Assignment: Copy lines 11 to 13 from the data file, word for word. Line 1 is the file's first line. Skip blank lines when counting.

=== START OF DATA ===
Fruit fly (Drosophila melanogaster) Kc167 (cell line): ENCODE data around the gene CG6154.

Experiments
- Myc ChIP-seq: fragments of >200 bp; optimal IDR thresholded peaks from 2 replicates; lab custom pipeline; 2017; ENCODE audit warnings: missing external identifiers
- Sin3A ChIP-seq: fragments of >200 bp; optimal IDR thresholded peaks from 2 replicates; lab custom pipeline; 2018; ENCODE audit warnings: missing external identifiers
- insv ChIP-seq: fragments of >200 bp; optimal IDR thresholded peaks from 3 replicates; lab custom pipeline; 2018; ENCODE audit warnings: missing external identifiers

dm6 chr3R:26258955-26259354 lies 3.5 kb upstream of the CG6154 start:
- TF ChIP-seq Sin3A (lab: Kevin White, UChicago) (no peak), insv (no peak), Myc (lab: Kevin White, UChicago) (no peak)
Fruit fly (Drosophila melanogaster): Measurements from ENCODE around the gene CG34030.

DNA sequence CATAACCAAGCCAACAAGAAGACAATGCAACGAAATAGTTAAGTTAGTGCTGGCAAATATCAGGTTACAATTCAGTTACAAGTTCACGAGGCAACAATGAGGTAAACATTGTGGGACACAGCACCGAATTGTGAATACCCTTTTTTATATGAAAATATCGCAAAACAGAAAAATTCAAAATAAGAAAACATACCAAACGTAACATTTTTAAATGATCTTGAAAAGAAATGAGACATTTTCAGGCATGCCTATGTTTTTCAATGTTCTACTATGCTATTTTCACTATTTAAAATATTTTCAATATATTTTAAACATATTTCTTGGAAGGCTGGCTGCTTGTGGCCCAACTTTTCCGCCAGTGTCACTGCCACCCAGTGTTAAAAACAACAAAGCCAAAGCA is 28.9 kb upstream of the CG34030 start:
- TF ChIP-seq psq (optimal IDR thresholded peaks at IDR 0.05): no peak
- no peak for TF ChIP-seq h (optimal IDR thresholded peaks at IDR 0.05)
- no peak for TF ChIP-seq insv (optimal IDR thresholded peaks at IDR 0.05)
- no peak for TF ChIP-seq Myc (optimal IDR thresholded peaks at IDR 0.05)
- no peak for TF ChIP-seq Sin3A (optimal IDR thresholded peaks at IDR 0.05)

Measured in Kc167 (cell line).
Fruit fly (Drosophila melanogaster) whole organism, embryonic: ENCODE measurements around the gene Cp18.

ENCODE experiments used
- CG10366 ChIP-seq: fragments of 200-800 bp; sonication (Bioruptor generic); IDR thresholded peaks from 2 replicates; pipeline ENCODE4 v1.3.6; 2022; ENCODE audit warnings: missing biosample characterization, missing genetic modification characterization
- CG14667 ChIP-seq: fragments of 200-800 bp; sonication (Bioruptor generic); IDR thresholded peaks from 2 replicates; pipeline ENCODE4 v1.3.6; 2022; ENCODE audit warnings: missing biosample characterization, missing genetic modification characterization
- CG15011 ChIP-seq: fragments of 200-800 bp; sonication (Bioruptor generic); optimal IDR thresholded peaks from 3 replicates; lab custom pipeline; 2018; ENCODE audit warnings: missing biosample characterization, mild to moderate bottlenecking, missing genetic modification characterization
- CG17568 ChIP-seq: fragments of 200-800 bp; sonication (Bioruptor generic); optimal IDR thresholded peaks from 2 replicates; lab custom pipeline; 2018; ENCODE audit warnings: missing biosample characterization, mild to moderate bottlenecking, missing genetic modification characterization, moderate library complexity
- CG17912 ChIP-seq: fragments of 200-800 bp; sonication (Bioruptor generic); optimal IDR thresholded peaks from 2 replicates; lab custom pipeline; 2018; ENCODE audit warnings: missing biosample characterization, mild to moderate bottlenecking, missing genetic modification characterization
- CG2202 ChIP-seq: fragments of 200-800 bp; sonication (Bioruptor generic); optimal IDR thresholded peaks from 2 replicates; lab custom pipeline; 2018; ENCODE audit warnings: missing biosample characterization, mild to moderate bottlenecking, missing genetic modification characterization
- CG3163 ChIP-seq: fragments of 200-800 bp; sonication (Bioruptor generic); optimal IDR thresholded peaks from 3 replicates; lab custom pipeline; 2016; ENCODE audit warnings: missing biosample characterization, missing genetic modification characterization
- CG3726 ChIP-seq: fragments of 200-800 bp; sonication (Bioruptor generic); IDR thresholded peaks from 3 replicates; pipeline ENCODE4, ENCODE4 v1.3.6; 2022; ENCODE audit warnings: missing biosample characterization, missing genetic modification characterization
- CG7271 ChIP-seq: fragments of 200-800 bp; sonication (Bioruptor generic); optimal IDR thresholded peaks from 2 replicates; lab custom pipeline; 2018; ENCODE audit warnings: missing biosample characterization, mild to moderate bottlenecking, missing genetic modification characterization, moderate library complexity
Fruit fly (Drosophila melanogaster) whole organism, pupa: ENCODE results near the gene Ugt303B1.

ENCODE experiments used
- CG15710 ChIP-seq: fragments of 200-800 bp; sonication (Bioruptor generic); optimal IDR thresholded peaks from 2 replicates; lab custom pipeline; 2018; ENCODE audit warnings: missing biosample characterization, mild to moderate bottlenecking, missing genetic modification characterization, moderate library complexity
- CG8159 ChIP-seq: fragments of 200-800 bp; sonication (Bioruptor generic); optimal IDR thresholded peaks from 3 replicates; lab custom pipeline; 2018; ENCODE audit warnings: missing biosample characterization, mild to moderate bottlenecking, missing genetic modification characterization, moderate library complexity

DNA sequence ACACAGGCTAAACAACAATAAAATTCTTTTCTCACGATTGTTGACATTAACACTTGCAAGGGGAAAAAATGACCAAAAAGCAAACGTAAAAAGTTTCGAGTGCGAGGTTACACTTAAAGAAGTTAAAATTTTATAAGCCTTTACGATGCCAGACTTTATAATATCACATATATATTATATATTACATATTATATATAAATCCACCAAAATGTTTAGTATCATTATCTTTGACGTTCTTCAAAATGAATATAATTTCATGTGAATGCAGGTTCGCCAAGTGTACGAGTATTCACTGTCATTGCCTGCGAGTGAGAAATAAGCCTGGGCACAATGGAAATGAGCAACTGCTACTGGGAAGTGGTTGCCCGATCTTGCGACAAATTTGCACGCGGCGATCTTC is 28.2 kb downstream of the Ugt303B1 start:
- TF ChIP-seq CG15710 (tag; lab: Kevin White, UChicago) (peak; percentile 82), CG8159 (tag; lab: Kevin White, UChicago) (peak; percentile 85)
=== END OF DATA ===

- no peak for TF ChIP-seq h (optimal IDR thresholded peaks at IDR 0.05)
- no peak for TF ChIP-seq insv (optimal IDR thresholded peaks at IDR 0.05)
- no peak for TF ChIP-seq Myc (optimal IDR thresholded peaks at IDR 0.05)